More people are subscribing to Netflix and Amazon than pay-TV in a historic power shift

NetflixNetflix series ‘The Crown.’
  • For the first time ever in the UK, more people are subscribing to Netflix and Amazon than pay-TV services, like Sky.
  • It’s a historic power shift, which shows that Netflix and Amazon are no longer just challenger brands.
  • Their investment in original shows, like “The Crown,” has been game-changing.

There’s been a historic power shift in the way people are watching television in the UK.

For the first time ever, more people are subscribing to Netflix, Amazon, and other online video services, than pay-TV providers, including Sky.

The UK’s media watchdog Ofcom published the data in its Media Nations report on Wednesday.

Ofcom said there were 15.4 million subscriptions to “over the top” (OTT) services such as Netflix, compared to 15.1 million pay-TV subscriptions for satellite and cable platforms like Sky,which is at the centre of a giant bidding war between Comcast and Fox.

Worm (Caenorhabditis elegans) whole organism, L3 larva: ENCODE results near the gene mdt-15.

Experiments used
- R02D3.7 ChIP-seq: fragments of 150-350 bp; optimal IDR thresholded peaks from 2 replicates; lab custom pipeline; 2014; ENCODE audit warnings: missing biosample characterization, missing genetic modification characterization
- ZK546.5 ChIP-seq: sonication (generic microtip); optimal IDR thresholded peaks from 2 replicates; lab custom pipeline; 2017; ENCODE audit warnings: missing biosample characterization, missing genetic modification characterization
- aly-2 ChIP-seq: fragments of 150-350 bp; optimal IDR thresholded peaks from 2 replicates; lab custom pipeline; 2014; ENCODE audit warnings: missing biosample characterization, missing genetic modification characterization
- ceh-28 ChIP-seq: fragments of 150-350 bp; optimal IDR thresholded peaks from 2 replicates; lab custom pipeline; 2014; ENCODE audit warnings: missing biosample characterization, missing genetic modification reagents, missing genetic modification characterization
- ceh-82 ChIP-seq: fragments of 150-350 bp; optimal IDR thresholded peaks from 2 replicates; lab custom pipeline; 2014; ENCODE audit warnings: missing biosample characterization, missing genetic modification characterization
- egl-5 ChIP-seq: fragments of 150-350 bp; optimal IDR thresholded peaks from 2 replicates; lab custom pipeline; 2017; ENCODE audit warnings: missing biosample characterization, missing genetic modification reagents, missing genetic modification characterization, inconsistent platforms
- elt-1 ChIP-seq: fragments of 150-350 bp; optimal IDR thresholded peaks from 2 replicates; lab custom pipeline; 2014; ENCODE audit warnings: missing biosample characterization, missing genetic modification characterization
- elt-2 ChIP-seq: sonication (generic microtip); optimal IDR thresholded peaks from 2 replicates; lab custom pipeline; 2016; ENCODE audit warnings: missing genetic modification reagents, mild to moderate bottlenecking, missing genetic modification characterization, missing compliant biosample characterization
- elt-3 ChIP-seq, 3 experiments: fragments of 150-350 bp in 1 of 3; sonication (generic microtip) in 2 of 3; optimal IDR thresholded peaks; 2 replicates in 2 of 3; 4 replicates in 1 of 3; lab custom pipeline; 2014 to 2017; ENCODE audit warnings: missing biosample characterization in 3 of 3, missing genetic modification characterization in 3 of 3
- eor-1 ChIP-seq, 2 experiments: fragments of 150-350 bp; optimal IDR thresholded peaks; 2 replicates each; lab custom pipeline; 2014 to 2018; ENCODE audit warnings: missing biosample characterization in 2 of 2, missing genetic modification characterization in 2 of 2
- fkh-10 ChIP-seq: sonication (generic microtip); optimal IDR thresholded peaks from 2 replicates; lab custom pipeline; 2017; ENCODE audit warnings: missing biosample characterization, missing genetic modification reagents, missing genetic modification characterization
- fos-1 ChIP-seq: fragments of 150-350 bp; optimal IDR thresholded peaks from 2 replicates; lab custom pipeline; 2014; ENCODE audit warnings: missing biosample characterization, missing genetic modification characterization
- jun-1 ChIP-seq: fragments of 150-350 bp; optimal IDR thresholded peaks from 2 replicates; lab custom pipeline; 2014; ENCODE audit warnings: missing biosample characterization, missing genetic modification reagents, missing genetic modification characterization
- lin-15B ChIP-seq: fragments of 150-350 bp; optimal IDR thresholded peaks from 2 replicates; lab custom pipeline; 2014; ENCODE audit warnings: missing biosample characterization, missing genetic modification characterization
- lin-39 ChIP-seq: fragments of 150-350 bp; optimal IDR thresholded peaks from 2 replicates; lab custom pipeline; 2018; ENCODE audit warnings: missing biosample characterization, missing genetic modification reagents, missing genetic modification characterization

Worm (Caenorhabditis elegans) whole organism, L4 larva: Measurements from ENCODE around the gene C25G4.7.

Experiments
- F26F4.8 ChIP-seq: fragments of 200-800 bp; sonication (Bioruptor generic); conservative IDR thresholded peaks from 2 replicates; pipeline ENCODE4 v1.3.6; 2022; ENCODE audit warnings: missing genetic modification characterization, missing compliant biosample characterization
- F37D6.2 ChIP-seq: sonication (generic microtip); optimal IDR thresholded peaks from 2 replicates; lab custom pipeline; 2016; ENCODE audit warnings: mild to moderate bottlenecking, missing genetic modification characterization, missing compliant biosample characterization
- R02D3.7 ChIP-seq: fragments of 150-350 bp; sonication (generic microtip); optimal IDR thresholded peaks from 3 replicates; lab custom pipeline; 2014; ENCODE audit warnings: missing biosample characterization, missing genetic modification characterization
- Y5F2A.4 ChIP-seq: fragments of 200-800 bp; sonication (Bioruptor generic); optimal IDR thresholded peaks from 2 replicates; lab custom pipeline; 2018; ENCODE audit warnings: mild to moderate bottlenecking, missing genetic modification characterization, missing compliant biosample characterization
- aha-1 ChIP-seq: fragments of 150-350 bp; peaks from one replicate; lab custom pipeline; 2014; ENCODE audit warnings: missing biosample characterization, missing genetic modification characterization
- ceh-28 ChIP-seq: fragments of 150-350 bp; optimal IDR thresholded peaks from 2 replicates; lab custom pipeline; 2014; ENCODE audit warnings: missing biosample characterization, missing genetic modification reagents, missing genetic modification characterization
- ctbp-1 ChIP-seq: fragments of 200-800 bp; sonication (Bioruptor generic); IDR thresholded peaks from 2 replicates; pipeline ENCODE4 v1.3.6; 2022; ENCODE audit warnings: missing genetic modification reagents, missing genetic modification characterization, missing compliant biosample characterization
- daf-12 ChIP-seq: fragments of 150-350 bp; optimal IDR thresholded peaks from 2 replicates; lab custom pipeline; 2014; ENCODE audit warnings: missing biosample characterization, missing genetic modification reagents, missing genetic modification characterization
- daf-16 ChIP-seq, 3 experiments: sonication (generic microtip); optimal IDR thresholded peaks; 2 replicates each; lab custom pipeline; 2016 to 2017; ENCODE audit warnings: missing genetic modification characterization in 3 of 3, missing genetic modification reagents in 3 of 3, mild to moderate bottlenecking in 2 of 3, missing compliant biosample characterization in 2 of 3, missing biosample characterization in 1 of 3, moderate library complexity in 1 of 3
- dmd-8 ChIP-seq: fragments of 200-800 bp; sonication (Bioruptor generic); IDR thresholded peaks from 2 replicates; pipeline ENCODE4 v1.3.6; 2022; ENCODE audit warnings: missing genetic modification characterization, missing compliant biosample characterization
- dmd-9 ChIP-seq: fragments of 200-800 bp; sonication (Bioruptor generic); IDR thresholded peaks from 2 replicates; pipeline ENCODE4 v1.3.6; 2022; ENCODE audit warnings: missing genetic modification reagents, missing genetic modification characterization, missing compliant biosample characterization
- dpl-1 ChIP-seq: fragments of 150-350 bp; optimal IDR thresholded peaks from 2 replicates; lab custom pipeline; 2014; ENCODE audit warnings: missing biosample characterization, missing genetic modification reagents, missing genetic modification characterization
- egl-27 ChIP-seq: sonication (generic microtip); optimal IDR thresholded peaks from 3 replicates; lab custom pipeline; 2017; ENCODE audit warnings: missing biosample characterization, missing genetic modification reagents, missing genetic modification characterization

The graphic below shows how Brits fell in love with Netflix, Amazon, and Sky’s online video service Now TV – with many households owning more than one subscription.


And Ofcom’s research shows it is Netflix and Amazon’s investment in original content that is mostly responsible. Nearly 40% of Netflix subscribers turn up “to watch original series,” Ofcom said, based on a survey of 3,324 people.

Netflix boasts British-made shows including “The Crown” and “Black Mirror,” while Amazon has benefited from splashing the cash on content like Jeremy Clarkson’s “The Grand Tour.” In Amazon’s case, extra perks such as free delivery remain the biggest draw for 51% of people who subscribe to its Prime offering.

But pay-TV operators like Sky and Virgin Media need not be too alarmed just yet. Ofcom said 71% of those with a Netflix, Amazon, or Now TV sub are also pay-TV customers. Sport is seen as an important reason for this, with Sky and BT dominating the UK market for Premier League rights, for example.

“Today’s research finds that what we watch and how we watch it are changing rapidly, which has profound implications for UK television,” said Ofcom CEO Sharon White.

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